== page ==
It’s been entirely too long since my last post. The last time I posted I had just started my new job and was blogging about the experience and silly setup reminders for myself. It’s been about 9 months and I am still loving Expedia! I have a great management team supporting me. And they like to have fun; the company held an off-site in Las Vegas, at the Palazzo for three days.
Tonight, at my local .NET User’s Group meeting, I was lucky enough to win a 1-year subscription to PluralSight On-Demand! The subscription was one of the give-aways that the group was doing. I am really fortunate to have won it, too. With my new job that focuses on Database side of development, I’ve been getting a little rusty at my coding skillset. The standard subscription lets me have full access to over 70 .
Whenever I get a clean install of Visual Studio, I can never find the menu for displaying the Immediate Window for debugging code. The keyboard shortcut for it is: Ctl + Alt + I This post is probably more for my own reference later, but maybe it will satisfy someone’s search.
I started a new job this week. I am working for Expedia, Inc now as a Database Development Engineer (or DB Dev, for short). So far, I am really enjoying the opportunity. The people are really great and have a real entusiasm for what they do. It’s a quicker pace for development releases than I’m used to, but it seems like they have a really good system of checks and balances to ensure the process is flawless.
I love taking on new projects, and I’m a do-it-yourself kind of person. If there is something that needs to be done around the house, I don’t hire it out, I do it myself. It’s not just physical stuff, either. That DIY mentality applies to everything in my life … doing taxes, starting businesses, writing websites/software, & designing logos. I really try to tackle all of these things myself. However, as of lately, I’ve been feeling stretched really thin; too thin, actually.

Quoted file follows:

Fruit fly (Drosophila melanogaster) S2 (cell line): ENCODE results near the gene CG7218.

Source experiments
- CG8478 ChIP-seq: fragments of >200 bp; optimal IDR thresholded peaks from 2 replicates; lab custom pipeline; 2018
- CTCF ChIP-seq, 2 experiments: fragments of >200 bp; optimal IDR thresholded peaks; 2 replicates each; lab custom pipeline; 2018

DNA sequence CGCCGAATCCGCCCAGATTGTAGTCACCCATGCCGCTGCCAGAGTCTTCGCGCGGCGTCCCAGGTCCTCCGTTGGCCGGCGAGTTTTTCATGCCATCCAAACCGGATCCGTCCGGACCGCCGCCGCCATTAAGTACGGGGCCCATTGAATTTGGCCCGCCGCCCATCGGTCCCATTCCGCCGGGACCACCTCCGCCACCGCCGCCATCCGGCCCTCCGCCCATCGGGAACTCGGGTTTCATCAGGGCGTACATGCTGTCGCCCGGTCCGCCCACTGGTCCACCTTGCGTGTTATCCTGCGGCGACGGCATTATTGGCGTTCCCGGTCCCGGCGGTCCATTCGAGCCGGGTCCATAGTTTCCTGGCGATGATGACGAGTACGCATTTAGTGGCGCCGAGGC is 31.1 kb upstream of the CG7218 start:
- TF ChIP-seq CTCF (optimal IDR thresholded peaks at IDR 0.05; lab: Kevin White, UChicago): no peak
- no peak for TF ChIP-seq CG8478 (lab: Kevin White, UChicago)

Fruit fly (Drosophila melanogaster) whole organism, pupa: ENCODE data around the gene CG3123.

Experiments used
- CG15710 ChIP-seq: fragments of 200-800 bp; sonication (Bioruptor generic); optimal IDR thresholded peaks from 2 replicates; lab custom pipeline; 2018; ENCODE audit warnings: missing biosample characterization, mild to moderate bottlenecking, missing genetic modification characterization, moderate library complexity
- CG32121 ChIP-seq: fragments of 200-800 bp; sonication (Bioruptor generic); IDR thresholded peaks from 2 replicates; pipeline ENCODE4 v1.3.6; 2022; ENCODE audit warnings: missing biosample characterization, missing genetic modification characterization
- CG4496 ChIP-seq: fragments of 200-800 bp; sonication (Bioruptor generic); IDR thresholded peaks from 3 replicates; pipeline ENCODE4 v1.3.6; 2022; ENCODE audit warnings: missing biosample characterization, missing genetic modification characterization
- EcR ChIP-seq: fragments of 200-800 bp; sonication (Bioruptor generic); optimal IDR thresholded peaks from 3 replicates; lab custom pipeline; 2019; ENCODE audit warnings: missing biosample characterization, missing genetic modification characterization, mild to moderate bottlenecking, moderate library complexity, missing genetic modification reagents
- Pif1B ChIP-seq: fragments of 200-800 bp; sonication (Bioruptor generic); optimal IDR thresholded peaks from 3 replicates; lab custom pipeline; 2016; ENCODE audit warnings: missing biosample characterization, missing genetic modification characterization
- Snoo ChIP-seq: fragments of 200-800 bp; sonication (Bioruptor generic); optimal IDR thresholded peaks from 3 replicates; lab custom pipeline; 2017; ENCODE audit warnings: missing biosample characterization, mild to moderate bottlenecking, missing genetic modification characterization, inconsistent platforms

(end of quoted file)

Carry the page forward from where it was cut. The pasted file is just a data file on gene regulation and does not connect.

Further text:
This morning, when I came into work, I discovered that Windows Update had graciously restarted my machine for me. No big deal. But wait, then I realized I had some SQL work that I hadn’t saved yet. NOOOOOO!!! I know, I know, … always save your work. But yesterday, I didn’t. So you can imagine how irritated I was to discover that all of that hard work was gone. Or so I thought.
Simple-Talk Publishing has released a new free eBook: Defensive Database Programming with SQL Server, by Alex Kuznetsov. The goal of Defensive Programming is to produce resilient code that responds gracefully to the unexpected. To the SQL Server programmer, this means T-SQL code that behaves consistently and predictably in cases of unexpected usage, doesn’t break under concurrent loads, and survives predictable changes to database schemas and settings. Too often as developers, we stop work as soon as our code passes a few basic tests to confirm that it produces the 'right result' in a given use case.
Today, I passed my first Microsoft Certification exam, MCTS exam 70-433! With this certification, I am a Microsoft Certified Technology Specialist for SQL Server 2008 Database Development. Getting a MS cert has always been something that I always wanted to achieve, but I never thought I would have the time to study. Well I signed up back in April and just knew that if I didn’t just do it, I probably never would.
I’m a pretty big fan of RedGate. I use a few of their products almost religiously. Their SQL Compare product is probably the most used tool in my toolbox. I follow their blogs & evangelists, regularly consume their free eBooks, and generally admire the company as a whole. Their “Ingeniously Simple” mantra is really what keeps me coming back. I even started to apply for a job there once. However, the small requirement to live in England killed it for me.
Microsoft Press has released a free ebook: Introducing Microsoft SQL Server R2, by Ross Mistry and Stacia Misner. There are 10 chapters and 216 pages. Here is a quick overview of the chapters: Chapter 1: SQL Server 2008 R2 Editions and Enhancements Chapter 2: Multi-Server Administration Chapter 3: Data-Tier Applications Chapter 4: High Availability and Virtualization Enhancements Chapter 5: Consolidation and Monitoring Chapter 6: Scalable Data Warehousing Chapter 7: Master Data Services Chapter 8: Complex Event Processing with StreamInsight Chapter 9: Reporting Services Enhancements Chapter 10: Self-Service Analysis with PowerPivot